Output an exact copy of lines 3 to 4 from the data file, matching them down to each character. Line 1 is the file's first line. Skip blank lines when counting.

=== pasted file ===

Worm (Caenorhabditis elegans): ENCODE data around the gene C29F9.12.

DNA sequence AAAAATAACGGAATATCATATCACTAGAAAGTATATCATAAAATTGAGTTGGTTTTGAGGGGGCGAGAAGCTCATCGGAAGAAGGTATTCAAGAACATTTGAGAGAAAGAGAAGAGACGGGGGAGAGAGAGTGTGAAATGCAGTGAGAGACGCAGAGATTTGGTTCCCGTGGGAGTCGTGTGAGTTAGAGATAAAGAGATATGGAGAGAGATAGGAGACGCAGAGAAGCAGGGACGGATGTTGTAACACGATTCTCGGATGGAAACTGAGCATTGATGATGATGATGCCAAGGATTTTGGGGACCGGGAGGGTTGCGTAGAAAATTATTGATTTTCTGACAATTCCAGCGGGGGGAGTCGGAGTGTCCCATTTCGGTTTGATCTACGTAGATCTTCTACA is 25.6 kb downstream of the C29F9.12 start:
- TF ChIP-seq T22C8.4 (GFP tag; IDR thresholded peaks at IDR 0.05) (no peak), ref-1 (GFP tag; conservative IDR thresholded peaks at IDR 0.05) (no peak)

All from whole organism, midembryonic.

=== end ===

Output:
- TF ChIP-seq T22C8.4 (GFP tag; IDR thresholded peaks at IDR 0.05) (no peak), ref-1 (GFP tag; conservative IDR thresholded peaks at IDR 0.05) (no peak)

All from whole organism, midembryonic.